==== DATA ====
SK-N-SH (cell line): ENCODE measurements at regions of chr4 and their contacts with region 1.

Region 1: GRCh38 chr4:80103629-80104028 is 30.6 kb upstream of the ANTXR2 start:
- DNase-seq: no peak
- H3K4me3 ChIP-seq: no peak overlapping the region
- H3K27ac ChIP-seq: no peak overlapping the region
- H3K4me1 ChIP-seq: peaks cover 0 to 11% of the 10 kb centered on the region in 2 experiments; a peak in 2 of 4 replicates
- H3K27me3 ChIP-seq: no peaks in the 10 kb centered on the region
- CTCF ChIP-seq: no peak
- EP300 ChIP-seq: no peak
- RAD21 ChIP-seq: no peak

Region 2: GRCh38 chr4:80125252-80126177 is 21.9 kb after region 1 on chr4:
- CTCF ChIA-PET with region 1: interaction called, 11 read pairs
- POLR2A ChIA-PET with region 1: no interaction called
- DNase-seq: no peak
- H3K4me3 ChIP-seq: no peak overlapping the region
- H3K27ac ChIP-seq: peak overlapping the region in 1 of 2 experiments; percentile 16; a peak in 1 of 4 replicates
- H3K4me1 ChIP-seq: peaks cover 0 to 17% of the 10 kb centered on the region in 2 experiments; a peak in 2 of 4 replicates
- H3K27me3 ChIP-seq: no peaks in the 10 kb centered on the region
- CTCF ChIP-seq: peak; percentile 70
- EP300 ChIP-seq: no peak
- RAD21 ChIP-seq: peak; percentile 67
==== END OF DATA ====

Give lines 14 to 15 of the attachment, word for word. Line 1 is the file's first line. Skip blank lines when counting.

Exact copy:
- DNase-seq: no peak
- H3K4me3 ChIP-seq: no peak overlapping the region